If the above checks are satisfied, then the graph is $r$-primitive. To perform the above checks, we used Niskanen and Östergård’s cliquer library, which is the fastest open-source clique-finding and clique-counting algorithm (to my knowledge). It even has a way to short-circuit the counting method when more than one $r$-clique is found, which sped up the search significantly.

### Results

Table 1 shows the graphs we found for two generators.

 $S$ $r$ $n$ $\{ 1, 4\}$ 7 17 $\{ 1, 6\}$ 16 37 $\{ 1, 8\}$ 29 65 $\{ 1, 10\}$ 46 101 $\{ 1, 12\}$ 67 145

Table 1. $r$-primtive Cayley complements with $g = 2$.

Observe that the generator sets are of the form $\{1, 2t\}$ for $t \geq 2$. If we consider $t = 1$, we have the generator set $\{1,2\}$. We do know of an $r$-primitive graph isomorphic to $\overline{C}({\mathbb Z}_n, \{1,2\})$ for $n = 5$, where the graph is empty and hence 2-primitive.

This collection of graphs has a nice pattern in their generator set, but the pattern in $r$ and $n$ is less obvious. We took these numbers and interpolated a polynomial in terms of $t$. Somewhat surprisingly, the resulting polynomials had degree 2 and integer coefficients. Thus, we have an immediate conjecture which we then proved.

Theorem. (Hartke, Stolee) Let $t \geq 2$ and set $n = 4t^2+1$ and $r = 2t^2-t+1$. Then, $\overline{C}({\mathbb Z}_n, \{1, 2t\})$ is $r$-primitive.

We found a similar pattern among the sets of three generators, given in Table 2.

 $S$ $r$ $n$ $\{ 1, 3, 4\}$ 4 13 $\{ 1, 5, 6\}$ 9 31 $\{ 1, 8, 9\}$ 22 73 $\{ 1, 11, 12\}$ 41 133

Table 2. $r$-primtive Cayley complements with $g = 3$.

This collection does not completely match any pattern. However, this is due to the first row, where the graph $\overline{C}({\mathbb Z}_{13}, \{1, 3, 4\})$ is isomorphic to the Paley graph of order 13, which was previously found to be $4$-primitive. Paley graphs are very special cases of Cayley graphs, so we remove that entry from his table. What we find is generator sets of the form $\{1, 3t-1, 3t\}$ for $t \geq 2$. Again, if $t= 1$, the Cayley complement with generator set $\{1,2,3\}$ over ${\mathbb Z}_7$ presents the empty graph which is 2-primitive. With these four values, we can again interpolate to find polynomials for $r$ and $n$ and then prove that the infinite family is $r$-primitive.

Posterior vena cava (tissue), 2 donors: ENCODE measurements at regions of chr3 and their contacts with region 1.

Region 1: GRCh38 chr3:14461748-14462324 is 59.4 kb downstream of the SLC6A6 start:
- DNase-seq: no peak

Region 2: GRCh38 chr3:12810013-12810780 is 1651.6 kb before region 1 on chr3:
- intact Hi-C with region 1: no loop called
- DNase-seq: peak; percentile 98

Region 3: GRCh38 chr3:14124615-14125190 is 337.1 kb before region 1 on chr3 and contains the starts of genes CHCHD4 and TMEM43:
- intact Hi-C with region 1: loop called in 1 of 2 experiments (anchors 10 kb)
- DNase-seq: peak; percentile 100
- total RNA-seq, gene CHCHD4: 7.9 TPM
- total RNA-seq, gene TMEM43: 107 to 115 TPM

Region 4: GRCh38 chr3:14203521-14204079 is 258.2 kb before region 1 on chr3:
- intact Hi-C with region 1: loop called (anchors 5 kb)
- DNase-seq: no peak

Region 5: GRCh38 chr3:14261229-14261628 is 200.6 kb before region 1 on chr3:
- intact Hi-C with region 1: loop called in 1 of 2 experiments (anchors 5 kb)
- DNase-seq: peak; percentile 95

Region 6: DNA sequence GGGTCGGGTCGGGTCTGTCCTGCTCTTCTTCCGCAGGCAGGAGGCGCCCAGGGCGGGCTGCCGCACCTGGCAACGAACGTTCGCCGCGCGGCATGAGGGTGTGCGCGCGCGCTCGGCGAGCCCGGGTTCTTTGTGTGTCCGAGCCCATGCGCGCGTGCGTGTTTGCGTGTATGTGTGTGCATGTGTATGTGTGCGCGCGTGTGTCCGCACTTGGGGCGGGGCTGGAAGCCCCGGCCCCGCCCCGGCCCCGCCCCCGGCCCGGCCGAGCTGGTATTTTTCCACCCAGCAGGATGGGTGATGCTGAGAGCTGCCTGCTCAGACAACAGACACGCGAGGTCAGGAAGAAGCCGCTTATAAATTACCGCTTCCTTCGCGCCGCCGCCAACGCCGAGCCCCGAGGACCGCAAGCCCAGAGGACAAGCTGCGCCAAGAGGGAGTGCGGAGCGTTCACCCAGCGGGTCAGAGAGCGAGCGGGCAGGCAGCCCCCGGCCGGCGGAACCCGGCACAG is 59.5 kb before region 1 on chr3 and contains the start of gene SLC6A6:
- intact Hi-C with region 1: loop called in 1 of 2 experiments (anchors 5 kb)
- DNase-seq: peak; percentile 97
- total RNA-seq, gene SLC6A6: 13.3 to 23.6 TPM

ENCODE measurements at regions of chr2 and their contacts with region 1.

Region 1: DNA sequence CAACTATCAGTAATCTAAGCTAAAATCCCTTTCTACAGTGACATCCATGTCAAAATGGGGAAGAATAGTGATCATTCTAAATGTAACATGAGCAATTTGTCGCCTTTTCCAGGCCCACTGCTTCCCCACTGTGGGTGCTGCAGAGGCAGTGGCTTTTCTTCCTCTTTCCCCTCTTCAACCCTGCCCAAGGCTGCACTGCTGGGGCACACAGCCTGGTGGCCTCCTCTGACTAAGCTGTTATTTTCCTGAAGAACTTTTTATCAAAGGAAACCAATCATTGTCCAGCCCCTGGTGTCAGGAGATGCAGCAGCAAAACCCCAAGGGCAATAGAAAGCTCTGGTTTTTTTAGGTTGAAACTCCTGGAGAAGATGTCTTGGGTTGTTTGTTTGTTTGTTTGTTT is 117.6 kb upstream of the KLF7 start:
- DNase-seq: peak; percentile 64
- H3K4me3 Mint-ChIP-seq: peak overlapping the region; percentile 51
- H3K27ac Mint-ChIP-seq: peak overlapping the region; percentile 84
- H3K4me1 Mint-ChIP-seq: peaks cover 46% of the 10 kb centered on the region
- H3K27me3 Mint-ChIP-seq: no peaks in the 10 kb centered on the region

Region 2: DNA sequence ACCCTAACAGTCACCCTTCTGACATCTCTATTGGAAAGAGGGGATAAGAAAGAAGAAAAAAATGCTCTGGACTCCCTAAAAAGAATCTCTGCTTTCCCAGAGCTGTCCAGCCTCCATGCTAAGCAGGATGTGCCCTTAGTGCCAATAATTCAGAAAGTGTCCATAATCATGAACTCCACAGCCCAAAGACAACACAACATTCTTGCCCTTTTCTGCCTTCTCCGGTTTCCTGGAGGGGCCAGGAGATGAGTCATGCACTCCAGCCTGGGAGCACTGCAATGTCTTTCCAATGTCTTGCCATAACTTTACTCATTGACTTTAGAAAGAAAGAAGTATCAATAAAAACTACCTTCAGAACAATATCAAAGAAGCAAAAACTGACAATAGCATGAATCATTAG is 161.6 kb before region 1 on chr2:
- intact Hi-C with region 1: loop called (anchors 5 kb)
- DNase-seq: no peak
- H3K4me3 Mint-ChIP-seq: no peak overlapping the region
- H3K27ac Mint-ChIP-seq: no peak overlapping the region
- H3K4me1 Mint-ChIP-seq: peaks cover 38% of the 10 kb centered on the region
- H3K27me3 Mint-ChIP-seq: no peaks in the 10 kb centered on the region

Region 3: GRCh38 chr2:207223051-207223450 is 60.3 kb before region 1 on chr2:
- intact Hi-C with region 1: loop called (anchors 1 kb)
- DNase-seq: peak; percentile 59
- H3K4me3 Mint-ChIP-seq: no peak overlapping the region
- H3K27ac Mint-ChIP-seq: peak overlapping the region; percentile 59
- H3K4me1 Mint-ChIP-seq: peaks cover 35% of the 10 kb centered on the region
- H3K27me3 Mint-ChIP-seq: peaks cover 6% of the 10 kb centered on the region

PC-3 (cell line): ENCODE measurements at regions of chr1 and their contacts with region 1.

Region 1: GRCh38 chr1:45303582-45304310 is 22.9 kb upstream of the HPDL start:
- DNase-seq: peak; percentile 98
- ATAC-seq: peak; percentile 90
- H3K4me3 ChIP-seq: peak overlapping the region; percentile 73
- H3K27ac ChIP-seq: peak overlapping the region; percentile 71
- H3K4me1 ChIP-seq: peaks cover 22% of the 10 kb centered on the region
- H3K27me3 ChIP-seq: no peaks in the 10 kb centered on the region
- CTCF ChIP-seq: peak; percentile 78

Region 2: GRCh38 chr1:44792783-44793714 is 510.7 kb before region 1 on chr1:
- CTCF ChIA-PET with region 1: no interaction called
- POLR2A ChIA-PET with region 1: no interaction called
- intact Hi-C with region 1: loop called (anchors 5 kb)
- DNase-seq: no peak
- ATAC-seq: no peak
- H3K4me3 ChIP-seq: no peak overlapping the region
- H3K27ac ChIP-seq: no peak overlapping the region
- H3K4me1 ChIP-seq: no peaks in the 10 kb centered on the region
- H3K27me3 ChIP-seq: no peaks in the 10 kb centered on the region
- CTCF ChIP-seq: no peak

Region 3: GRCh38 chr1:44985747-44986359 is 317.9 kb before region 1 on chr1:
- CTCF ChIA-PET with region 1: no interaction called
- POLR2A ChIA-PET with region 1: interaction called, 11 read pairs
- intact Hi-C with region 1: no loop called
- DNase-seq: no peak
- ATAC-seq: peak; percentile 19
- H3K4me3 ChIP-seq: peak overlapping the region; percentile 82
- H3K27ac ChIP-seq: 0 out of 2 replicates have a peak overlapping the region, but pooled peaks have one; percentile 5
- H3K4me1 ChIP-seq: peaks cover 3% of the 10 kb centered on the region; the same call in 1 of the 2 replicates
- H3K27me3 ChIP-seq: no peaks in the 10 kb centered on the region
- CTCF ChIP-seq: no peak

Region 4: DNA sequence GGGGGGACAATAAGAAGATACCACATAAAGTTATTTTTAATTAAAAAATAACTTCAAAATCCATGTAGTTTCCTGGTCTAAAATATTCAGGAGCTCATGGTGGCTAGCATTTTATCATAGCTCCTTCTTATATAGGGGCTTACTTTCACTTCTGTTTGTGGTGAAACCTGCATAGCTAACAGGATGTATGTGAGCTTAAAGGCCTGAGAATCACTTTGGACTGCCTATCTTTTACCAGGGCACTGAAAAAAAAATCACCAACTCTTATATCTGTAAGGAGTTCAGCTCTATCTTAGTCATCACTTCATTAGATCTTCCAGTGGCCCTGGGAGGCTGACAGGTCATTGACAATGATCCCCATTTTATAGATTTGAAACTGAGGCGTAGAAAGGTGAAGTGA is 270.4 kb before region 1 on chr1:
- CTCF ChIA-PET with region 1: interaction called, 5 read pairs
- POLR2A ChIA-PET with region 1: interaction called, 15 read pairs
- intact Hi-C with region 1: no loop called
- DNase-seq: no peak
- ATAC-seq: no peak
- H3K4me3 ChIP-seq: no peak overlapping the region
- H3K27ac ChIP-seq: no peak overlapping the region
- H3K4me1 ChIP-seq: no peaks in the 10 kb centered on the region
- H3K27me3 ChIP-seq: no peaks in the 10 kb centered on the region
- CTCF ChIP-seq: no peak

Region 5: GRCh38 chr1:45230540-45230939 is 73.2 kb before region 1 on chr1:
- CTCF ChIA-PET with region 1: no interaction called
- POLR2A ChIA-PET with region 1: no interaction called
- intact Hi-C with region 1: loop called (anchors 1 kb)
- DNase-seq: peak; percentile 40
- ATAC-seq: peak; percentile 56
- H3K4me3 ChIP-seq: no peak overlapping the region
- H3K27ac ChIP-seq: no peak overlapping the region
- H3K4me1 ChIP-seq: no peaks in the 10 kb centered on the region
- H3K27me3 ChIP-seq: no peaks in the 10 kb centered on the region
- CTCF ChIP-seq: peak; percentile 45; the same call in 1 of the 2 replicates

Theorem. (Hartke, Stolee) Let $t \geq 2$ and set $n = 9t^2-3t+1$ and $r = 3t^2-2t+1$. Then, $\overline{C}({\mathbb Z}_n, \{1, 3t-1, 3t\})$ is $r$-primitive.

There are eight other examples of $r$-primitive Cayley complements which we were not able to extend to infinite familites. Perhaps a smarter search will find more examples and this interpolating technique can present a pattern.

One thing is clear: this is an example where computational techniques help discover a conjecture that is then proven using standard methods. In the two-generator case, we used a counting method. In the three-generator case, we used a discharging method. The discharging is rather clean to prove the clique number, but it gets very technical when counting the number of $r$-cliques when adding an edge.

I leave you with some open questions in this area:

Question. Is there an $r$-primitive Cayley complement of even order?

Question. If $\overline{C}({\mathbb Z}_n, S)$ is $r$-primitive, what group- or ring-theoretic properties does $S$ have within ${\mathbb Z}_n$?

Question. Are there other groups $\Gamma \not\cong {\mathbb Z}_n$ where some Cayley graph over $\Gamma$ is $r$-primitive?

### References

S. G. Hartke, D. Stolee, Uniquely $K_r$-Saturated Graphs, The Electronic Journal of Combinatorics, 19(4), P6, 41pp. 2012.

S. Niskanen, P. R. J. Östergård, Cliquer User’s Guide, Version 1.0, Communications Laboratory, Helsinki University of Technology, Espoo, Finland, Tech. Rep. T48, (2003).

D. Stolee, TreeSearch User Guide, (2011).